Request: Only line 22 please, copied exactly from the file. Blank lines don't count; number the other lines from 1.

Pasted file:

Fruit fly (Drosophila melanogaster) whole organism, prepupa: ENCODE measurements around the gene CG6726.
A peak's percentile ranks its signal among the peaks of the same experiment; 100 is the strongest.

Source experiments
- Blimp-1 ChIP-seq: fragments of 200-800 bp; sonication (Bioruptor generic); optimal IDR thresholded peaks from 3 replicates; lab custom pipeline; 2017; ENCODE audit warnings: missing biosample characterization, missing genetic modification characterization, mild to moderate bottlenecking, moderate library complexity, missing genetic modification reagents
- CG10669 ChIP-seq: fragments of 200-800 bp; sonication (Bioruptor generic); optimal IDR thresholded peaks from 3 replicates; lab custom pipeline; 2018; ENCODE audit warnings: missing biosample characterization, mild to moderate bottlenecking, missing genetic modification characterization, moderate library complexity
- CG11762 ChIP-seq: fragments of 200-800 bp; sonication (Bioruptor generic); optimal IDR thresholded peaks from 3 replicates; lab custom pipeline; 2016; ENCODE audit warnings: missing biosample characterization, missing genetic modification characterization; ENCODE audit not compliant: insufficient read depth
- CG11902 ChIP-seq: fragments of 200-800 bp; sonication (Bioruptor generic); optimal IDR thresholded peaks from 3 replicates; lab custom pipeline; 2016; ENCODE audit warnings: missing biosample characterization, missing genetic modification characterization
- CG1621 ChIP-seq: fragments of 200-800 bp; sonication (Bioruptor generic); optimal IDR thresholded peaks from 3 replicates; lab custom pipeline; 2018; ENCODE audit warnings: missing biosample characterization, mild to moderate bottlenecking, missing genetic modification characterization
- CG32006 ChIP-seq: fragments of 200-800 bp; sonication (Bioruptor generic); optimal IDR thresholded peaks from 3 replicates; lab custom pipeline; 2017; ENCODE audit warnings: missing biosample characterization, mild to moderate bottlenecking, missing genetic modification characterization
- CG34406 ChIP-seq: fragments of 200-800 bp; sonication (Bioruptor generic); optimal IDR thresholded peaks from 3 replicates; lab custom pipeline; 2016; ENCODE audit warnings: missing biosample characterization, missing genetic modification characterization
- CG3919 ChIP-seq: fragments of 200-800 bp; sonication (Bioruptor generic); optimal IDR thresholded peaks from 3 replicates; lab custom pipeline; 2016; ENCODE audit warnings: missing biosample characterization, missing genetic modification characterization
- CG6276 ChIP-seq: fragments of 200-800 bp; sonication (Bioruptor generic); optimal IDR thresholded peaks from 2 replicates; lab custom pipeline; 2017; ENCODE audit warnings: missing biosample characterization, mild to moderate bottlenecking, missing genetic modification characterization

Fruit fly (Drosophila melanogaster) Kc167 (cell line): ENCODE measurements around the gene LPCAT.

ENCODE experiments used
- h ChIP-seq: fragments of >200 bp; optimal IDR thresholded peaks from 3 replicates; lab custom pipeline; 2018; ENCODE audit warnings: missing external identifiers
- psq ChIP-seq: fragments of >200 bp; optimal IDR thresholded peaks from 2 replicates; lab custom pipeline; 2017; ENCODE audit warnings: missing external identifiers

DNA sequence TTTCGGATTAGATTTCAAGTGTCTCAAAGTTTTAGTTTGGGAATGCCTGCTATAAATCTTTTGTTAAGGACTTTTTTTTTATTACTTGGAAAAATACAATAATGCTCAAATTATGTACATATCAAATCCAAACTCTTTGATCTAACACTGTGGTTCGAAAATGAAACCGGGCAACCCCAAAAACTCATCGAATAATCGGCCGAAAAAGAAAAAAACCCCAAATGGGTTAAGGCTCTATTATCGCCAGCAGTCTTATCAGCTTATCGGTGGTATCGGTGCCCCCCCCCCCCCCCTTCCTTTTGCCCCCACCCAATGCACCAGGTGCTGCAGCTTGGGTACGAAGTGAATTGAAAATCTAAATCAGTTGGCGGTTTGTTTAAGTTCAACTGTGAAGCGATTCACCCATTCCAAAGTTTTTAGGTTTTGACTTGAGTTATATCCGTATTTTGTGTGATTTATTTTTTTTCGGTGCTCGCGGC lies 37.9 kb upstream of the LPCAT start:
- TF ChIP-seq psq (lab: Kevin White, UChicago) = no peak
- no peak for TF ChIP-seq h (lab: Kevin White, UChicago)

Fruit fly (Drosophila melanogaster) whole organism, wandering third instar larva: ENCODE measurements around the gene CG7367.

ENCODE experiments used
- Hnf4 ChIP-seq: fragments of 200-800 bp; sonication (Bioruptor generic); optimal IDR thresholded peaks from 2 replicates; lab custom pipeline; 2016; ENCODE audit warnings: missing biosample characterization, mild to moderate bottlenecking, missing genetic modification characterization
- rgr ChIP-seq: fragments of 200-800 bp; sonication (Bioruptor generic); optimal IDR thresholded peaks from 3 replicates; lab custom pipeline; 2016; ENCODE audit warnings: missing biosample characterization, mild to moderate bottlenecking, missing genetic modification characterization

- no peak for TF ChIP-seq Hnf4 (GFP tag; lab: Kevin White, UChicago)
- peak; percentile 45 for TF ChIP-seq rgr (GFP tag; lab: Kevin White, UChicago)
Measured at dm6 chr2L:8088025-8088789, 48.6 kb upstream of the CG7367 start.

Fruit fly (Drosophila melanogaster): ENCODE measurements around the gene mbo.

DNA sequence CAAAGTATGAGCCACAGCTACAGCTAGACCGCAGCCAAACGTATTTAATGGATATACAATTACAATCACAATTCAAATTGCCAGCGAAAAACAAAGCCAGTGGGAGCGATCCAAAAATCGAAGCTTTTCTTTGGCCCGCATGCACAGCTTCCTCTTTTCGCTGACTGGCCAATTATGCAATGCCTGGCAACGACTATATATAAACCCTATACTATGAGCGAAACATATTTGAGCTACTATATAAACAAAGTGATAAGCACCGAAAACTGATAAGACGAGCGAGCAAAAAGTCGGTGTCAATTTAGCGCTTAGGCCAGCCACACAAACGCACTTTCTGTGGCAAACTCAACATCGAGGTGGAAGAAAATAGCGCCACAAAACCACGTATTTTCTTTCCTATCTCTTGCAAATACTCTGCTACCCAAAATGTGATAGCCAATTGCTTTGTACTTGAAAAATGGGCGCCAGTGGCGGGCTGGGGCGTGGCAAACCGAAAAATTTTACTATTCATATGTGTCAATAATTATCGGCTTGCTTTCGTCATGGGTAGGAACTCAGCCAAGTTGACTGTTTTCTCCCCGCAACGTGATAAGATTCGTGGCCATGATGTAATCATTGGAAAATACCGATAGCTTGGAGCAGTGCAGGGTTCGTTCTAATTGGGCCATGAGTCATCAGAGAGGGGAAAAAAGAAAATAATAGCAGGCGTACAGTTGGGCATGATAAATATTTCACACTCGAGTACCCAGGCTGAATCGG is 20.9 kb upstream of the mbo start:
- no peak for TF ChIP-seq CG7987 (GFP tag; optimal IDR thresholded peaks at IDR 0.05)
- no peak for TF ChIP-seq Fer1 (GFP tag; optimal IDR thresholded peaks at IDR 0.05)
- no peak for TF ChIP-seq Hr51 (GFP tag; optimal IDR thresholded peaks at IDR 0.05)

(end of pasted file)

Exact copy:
- Hnf4 ChIP-seq: fragments of 200-800 bp; sonication (Bioruptor generic); optimal IDR thresholded peaks from 2 replicates; lab custom pipeline; 2016; ENCODE audit warnings: missing biosample characterization, mild to moderate bottlenecking, missing genetic modification characterization